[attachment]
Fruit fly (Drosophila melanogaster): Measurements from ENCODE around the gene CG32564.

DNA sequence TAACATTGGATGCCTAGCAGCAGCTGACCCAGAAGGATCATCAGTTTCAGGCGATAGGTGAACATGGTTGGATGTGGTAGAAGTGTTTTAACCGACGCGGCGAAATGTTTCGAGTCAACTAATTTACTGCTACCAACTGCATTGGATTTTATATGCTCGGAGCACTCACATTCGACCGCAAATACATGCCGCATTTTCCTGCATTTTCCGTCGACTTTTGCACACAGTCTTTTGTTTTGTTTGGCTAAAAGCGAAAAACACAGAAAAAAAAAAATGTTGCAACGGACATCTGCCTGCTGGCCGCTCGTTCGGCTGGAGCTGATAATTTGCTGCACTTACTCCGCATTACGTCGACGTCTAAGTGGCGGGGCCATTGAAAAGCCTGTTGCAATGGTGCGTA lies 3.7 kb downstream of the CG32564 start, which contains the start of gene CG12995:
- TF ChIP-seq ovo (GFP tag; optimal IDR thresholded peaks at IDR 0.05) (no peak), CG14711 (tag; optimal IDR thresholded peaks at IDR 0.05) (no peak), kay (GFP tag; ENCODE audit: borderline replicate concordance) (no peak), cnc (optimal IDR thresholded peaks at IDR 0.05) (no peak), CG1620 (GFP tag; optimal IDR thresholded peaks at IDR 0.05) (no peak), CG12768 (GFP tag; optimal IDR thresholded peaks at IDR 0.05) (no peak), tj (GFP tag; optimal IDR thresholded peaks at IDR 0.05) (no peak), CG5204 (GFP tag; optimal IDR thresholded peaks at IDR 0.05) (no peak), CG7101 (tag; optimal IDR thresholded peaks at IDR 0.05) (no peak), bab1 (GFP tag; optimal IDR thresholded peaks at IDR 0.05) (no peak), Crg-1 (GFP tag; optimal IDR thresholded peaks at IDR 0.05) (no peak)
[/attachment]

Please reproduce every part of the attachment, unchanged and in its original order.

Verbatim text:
Fruit fly (Drosophila melanogaster): Measurements from ENCODE around the gene CG32564.

DNA sequence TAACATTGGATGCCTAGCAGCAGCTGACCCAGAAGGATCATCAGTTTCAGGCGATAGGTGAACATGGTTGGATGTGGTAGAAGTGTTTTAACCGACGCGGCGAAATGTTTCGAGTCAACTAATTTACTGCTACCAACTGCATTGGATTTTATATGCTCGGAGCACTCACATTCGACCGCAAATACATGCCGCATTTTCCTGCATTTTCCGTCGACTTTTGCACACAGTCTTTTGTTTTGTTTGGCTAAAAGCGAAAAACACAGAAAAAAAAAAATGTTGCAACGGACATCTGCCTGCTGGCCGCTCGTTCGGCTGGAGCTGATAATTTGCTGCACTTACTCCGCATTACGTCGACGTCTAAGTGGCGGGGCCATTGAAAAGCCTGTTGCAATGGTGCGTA lies 3.7 kb downstream of the CG32564 start, which contains the start of gene CG12995:
- TF ChIP-seq ovo (GFP tag; optimal IDR thresholded peaks at IDR 0.05) (no peak), CG14711 (tag; optimal IDR thresholded peaks at IDR 0.05) (no peak), kay (GFP tag; ENCODE audit: borderline replicate concordance) (no peak), cnc (optimal IDR thresholded peaks at IDR 0.05) (no peak), CG1620 (GFP tag; optimal IDR thresholded peaks at IDR 0.05) (no peak), CG12768 (GFP tag; optimal IDR thresholded peaks at IDR 0.05) (no peak), tj (GFP tag; optimal IDR thresholded peaks at IDR 0.05) (no peak), CG5204 (GFP tag; optimal IDR thresholded peaks at IDR 0.05) (no peak), CG7101 (tag; optimal IDR thresholded peaks at IDR 0.05) (no peak), bab1 (GFP tag; optimal IDR thresholded peaks at IDR 0.05) (no peak), Crg-1 (GFP tag; optimal IDR thresholded peaks at IDR 0.05) (no peak)